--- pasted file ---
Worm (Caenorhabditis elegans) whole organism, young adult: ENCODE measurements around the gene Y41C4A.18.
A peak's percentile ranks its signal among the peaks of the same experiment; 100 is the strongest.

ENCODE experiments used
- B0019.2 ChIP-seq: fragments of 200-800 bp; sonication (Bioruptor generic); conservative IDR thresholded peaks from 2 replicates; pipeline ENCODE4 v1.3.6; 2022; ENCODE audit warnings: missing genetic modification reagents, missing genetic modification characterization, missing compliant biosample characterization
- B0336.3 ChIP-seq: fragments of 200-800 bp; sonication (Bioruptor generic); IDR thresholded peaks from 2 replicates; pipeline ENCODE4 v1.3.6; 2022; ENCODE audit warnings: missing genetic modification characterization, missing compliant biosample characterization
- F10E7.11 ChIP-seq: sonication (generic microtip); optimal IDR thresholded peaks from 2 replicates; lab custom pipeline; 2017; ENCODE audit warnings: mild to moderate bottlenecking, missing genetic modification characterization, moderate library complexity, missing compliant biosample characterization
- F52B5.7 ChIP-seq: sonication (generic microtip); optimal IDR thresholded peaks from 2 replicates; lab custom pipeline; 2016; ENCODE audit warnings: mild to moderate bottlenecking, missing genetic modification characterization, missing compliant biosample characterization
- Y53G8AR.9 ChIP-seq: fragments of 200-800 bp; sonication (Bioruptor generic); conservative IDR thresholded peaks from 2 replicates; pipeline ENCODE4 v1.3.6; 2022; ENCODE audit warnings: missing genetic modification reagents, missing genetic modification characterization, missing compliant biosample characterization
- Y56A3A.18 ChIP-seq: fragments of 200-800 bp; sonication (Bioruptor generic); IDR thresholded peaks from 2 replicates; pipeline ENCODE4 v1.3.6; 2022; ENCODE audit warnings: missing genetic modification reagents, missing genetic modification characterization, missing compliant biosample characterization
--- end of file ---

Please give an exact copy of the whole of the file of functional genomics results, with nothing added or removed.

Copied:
Worm (Caenorhabditis elegans) whole organism, young adult: ENCODE measurements around the gene Y41C4A.18.
A peak's percentile ranks its signal among the peaks of the same experiment; 100 is the strongest.

ENCODE experiments used
- B0019.2 ChIP-seq: fragments of 200-800 bp; sonication (Bioruptor generic); conservative IDR thresholded peaks from 2 replicates; pipeline ENCODE4 v1.3.6; 2022; ENCODE audit warnings: missing genetic modification reagents, missing genetic modification characterization, missing compliant biosample characterization
- B0336.3 ChIP-seq: fragments of 200-800 bp; sonication (Bioruptor generic); IDR thresholded peaks from 2 replicates; pipeline ENCODE4 v1.3.6; 2022; ENCODE audit warnings: missing genetic modification characterization, missing compliant biosample characterization
- F10E7.11 ChIP-seq: sonication (generic microtip); optimal IDR thresholded peaks from 2 replicates; lab custom pipeline; 2017; ENCODE audit warnings: mild to moderate bottlenecking, missing genetic modification characterization, moderate library complexity, missing compliant biosample characterization
- F52B5.7 ChIP-seq: sonication (generic microtip); optimal IDR thresholded peaks from 2 replicates; lab custom pipeline; 2016; ENCODE audit warnings: mild to moderate bottlenecking, missing genetic modification characterization, missing compliant biosample characterization
- Y53G8AR.9 ChIP-seq: fragments of 200-800 bp; sonication (Bioruptor generic); conservative IDR thresholded peaks from 2 replicates; pipeline ENCODE4 v1.3.6; 2022; ENCODE audit warnings: missing genetic modification reagents, missing genetic modification characterization, missing compliant biosample characterization
- Y56A3A.18 ChIP-seq: fragments of 200-800 bp; sonication (Bioruptor generic); IDR thresholded peaks from 2 replicates; pipeline ENCODE4 v1.3.6; 2022; ENCODE audit warnings: missing genetic modification reagents, missing genetic modification characterization, missing compliant biosample characterization